RSS dead for newspapers? Not at The Guardian it isn't

 by Martin Belam, 5 January 2011

Lots of chatter about whether RSS is dying after this (subsequently updated and calmed down) post from Kroc Camen. Malcolm Coles has weighed in by showing that the subscription numbers to newspaper RSS feeds are way down in Google Reader with, it must be said, lots of caveats around the figures.

So is RSS dead for newspaper websites, and The Guardian in particular? Not at all.

To be honest, consuming the web via RSS has had a decade to catch on, and it hasn't. I've been involved in trying to make it more popular for years - I was the person who insisted on putting big ugly orange RSS icons on the homepage to get them in front of a mainstream web audience, and I occasionally resorted to underhand tactics to get the BBC to publish content in RSS format.

RSS didn't catch on as a consumer proposition for a very simple reason. It doesn't solve a problem that most people have. Sure, the beauty of RSS is that it allows you to quickly browse updates to hundreds of different websites, and I'm a Google Reader addict myself, but that is a niche behaviour that is useful for a certain type of web consumer - journalists, PRs, techies and the like.

Think about it - when was the last time your mum/gran/favourite aunt desperately needed to go online and see at a glance which of 153 websites she follows have been updated?

But just because Firefox is planning to remove a little orange button from the browser doesn't mean the end for RSS as a transport mechanism, and it is one that The Guardian will continue to publish. We make the full text of our articles available via RSS, which is rare for a news site, and via the Open Platform API you can also get our content in XML and JSON formats.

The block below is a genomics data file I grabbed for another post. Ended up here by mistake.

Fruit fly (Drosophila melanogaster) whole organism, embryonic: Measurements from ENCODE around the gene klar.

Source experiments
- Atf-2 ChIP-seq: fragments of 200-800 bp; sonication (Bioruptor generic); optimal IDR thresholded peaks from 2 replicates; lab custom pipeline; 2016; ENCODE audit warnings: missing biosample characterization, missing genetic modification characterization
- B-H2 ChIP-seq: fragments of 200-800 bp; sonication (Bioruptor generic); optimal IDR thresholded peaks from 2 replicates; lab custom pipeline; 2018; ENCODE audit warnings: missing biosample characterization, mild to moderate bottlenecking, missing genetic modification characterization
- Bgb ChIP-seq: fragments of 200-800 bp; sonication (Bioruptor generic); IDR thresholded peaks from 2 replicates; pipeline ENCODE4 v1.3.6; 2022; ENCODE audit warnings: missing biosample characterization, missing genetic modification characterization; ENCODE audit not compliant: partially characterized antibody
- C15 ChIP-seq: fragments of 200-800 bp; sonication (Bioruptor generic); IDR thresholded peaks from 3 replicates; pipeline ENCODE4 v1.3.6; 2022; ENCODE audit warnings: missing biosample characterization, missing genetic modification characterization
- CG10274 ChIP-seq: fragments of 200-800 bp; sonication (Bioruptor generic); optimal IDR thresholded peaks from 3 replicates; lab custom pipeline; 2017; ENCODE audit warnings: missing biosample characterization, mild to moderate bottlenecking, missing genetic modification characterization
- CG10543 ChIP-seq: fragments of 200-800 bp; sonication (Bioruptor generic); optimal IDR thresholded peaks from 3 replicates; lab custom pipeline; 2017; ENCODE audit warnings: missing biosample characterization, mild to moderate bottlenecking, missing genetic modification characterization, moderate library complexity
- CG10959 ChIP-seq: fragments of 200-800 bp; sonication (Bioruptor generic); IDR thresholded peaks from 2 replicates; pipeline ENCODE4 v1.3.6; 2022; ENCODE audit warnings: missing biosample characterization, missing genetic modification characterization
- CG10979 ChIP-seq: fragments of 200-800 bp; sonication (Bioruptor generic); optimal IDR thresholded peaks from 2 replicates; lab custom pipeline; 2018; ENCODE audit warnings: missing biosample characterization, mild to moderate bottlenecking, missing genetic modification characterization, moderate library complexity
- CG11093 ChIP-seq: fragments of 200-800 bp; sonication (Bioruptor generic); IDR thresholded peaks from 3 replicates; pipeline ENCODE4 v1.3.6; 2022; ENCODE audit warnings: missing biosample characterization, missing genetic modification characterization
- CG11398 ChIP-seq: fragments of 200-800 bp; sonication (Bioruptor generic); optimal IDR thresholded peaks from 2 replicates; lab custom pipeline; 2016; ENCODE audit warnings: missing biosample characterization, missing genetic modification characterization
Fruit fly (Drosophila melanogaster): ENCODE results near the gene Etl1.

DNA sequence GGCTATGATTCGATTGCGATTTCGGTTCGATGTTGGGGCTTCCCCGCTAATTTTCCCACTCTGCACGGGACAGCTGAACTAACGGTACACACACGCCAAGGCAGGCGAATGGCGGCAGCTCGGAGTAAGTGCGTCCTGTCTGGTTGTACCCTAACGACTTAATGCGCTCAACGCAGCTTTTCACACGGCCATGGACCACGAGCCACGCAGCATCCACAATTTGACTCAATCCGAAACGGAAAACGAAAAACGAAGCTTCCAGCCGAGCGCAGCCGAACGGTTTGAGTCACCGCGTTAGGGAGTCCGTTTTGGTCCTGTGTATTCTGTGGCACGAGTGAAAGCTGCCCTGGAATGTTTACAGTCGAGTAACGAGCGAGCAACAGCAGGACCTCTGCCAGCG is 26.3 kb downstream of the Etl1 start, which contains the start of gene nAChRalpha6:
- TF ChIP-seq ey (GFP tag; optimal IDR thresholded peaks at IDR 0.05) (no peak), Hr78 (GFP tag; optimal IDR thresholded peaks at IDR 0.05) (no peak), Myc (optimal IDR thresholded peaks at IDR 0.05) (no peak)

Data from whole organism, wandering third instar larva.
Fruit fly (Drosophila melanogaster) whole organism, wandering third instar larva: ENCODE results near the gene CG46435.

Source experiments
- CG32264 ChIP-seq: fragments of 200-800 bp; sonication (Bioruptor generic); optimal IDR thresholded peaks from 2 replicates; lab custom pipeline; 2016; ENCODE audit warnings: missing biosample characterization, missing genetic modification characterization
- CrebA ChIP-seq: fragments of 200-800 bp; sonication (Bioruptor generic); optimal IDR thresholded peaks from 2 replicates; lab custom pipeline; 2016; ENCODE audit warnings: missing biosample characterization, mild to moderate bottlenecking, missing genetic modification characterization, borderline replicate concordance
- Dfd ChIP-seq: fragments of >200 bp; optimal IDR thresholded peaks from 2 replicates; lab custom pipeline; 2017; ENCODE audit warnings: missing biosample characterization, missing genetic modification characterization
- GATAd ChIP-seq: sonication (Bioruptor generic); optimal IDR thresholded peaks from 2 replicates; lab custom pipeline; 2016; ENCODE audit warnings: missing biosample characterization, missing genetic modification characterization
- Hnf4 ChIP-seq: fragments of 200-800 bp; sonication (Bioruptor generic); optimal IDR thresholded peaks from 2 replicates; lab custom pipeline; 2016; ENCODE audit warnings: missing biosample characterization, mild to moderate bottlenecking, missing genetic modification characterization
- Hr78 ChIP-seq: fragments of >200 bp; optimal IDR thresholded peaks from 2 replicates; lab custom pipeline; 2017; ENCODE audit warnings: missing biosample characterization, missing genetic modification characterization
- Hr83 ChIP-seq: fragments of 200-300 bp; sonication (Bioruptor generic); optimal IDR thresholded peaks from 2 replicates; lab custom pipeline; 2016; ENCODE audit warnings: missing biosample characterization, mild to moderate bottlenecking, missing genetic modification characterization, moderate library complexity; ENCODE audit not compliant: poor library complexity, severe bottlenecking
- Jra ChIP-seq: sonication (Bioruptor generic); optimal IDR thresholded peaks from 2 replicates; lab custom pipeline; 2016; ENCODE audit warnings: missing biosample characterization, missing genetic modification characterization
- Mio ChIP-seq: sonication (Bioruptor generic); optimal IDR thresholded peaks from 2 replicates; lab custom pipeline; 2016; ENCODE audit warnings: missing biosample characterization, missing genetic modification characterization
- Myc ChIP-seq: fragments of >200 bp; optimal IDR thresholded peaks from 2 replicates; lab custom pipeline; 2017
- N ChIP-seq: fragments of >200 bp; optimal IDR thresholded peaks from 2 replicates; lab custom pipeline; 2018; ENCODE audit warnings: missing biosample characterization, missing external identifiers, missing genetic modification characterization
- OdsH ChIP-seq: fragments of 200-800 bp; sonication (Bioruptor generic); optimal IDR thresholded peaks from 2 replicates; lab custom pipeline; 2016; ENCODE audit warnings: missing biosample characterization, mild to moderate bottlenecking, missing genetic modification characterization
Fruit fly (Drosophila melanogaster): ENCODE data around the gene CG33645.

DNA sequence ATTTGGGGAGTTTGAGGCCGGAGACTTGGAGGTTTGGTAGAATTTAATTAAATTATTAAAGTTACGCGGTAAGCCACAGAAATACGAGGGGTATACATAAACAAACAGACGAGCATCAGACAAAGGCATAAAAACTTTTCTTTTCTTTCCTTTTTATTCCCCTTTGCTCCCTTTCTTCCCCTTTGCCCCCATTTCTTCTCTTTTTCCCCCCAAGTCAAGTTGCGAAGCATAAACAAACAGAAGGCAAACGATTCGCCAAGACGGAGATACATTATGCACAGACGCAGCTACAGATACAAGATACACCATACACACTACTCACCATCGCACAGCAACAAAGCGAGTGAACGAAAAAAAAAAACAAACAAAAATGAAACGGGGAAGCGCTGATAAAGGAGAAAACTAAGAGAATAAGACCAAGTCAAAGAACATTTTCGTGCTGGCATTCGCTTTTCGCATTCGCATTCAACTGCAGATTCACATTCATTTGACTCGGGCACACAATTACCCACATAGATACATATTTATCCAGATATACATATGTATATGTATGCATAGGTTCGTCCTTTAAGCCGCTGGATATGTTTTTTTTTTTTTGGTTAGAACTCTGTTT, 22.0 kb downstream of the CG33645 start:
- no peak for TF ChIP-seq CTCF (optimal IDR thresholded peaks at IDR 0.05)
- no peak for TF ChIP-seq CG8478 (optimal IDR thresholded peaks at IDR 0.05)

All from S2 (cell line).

We have literally thousands of RSS feeds available - every one of our 8,500-ish keyword pages has its own RSS feed, and in fact, far from dying, we've just made them easier to find.

Previously we didn't automatically link to an RSS feed from an individual article page. This was because articles could 'belong' to various different areas of the site, and so it wasn't always obvious which RSS feed should be chosen as the parent. This blog post of mine, for example, 'appeared' on the Open Platform blog, the Datablog, and in the Technology and Politics sections.

We've just changed that in release 103 of our CMS, in response to a request on our new Developer Blog. Now in the <HEAD> of our articles you'll get an auto-discovery link to all of the related keyword feeds.

For example, on an article like "Ed Miliband accuses George Osborne of misleading public over VAT", you get automatic links to the Politics RSS feed, Tax and spending RSS feed, George Osborne RSS feed, Ed Miliband RSS feed, Economic policy RSS feed, Business RSS feed, Budget deficit RSS feed, Economics RSS feed, Money RSS feed, Tax RSS feed, and the UK news RSS feed.

RSS is most definitely not dead on

1 Comment

Yes, I agree that RSS is not dead. I think many people will still continue to use RSS unless something revolutionary comes along to replace it.

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